“These accounts are extraordinary and one time only because of the purchase of the team,” he told Motorsport.com.

“So when we're back into a normal accounting cycle you'll never see numbers like this again. This accounting period is an anomaly. It's not normal, so therefore you have to understand the numbers.

“And if we weren't in a position where the team was purchased out of administration, I think our loss would have been £25m in a normal year, not £116m.”

Read Also:

Szafnauer said the fact that a well-run team with good backing still lost a notional £25m indicated that the new Concorde Agreement has to provide an even fairer distribution of income than is currently being tabled.

“It's really, really important for F1 to get the money redistribution right such that a team like ours can have a chance of breaking even,” he said.

“That £25 million in the future should be around zero. So a team like ours can actually run. Remember, we're the most efficient team, we spend the least amount of money still today.

“So for a team that spends the least amount of money, has decent revenue, and is £25m in the hole, that isn't great. So therefore, the money distribution and the cost cap are important to the financial stability in F1. It's getting close to what we want, but it could be better. The upside could be better.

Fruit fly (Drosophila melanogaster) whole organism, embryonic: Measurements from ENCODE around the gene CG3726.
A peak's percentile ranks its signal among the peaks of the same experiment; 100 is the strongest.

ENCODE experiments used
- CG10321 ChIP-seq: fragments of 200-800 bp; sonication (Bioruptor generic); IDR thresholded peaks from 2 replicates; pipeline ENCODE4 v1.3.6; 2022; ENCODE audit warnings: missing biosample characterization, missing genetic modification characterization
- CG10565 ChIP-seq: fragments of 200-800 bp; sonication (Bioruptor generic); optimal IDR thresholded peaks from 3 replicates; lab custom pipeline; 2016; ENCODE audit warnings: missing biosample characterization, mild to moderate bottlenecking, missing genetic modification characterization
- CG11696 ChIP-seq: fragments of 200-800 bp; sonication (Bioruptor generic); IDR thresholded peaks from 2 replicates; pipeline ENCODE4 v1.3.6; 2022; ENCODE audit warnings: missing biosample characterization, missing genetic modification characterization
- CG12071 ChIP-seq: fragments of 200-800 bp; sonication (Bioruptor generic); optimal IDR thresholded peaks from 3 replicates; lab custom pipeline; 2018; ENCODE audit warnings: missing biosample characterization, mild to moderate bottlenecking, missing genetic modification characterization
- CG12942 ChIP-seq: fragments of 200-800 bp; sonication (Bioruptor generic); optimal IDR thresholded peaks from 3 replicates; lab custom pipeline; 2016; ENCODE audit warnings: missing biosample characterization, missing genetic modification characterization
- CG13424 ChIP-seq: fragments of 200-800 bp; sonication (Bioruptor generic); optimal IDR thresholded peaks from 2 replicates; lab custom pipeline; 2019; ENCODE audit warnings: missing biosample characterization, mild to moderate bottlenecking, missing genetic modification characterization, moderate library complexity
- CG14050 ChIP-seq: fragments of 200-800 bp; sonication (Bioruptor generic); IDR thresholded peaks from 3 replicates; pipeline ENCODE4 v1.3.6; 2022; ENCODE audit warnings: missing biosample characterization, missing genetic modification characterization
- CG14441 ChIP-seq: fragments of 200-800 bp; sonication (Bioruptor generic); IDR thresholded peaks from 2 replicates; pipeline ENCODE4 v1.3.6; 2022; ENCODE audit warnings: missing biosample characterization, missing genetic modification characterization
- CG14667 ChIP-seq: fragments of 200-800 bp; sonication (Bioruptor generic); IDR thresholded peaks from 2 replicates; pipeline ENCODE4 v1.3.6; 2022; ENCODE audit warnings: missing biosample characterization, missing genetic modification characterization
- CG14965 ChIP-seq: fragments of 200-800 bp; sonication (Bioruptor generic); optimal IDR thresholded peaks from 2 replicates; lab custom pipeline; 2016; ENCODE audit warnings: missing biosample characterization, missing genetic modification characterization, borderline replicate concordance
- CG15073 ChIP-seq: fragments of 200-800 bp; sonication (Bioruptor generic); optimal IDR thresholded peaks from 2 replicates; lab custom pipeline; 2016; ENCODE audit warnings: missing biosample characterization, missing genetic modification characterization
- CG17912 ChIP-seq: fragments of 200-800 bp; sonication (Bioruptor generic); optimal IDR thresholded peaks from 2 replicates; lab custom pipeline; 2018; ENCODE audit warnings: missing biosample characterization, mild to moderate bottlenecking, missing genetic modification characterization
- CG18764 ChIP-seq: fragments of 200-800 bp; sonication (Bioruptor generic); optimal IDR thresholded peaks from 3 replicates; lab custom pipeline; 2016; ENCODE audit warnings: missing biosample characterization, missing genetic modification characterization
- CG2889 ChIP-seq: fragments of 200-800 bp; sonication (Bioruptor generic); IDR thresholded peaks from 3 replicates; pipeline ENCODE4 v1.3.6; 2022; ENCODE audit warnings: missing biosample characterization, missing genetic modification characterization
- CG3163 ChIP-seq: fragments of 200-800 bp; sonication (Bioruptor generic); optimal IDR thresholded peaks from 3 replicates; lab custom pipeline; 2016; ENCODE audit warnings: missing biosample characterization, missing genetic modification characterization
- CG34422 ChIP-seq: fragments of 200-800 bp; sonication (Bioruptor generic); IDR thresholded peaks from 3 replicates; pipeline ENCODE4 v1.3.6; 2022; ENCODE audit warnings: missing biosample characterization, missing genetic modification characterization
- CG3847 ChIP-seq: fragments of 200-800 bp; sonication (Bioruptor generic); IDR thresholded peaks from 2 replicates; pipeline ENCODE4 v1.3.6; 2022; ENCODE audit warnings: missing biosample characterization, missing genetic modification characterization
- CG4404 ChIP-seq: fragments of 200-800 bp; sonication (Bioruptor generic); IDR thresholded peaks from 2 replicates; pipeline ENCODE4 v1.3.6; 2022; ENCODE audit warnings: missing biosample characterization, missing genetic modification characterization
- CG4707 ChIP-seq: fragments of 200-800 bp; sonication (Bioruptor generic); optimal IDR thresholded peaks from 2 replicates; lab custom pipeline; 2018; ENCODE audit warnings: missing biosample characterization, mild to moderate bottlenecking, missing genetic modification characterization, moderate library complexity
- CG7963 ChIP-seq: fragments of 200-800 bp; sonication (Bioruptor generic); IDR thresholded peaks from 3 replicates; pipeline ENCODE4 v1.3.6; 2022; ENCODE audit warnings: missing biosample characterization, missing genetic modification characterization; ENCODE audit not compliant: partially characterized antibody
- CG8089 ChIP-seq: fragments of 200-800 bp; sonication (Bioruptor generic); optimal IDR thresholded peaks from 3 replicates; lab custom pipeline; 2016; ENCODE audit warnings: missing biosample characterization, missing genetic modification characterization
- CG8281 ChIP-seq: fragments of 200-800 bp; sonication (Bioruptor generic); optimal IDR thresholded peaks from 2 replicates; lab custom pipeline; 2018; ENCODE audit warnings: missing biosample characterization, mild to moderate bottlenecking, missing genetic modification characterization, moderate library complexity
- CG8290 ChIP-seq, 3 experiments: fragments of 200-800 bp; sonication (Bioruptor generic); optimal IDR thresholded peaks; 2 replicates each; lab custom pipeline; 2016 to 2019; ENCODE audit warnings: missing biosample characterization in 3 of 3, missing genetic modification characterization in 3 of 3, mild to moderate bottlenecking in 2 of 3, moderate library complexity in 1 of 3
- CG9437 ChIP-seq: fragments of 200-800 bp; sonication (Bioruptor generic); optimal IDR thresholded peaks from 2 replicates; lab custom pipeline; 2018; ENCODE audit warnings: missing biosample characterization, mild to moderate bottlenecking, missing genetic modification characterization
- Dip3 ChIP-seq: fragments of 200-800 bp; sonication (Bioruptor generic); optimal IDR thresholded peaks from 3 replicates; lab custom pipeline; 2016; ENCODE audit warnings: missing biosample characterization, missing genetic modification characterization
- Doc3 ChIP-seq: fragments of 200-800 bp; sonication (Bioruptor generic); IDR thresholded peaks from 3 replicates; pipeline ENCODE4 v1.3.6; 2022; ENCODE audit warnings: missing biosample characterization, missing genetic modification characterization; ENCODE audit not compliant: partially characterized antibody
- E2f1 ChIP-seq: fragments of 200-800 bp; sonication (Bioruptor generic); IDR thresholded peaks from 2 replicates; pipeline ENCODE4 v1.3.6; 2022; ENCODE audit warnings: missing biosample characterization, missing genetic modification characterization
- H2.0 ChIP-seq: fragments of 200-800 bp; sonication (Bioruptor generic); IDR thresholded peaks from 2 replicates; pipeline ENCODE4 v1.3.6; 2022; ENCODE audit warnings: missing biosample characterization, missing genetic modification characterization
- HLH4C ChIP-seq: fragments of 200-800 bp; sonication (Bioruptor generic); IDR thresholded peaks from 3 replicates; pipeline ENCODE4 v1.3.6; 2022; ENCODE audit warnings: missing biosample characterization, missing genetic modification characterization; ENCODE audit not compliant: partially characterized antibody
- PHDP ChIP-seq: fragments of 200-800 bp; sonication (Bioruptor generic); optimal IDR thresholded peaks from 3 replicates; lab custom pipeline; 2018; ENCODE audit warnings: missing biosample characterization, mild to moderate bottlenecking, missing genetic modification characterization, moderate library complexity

“Financially we're on a much stronger footing than we were as Force India. We don't have to worry about cash flows, paying people, paying for parts, none of that. However, to be able to race at the level we're racing, the cost cap and new money distribution are really important for the health of a mid-grid team like ours.”

Racing Point’s chief financial officer Robert Yeowart stressed that there were exceptional circumstances associated with the team’s first year.

“If you look at the balance sheet, a lot of those figures are heavily inflated because of post administration topics that would go away and never be seen again,” Yeowart told Motorsport.com.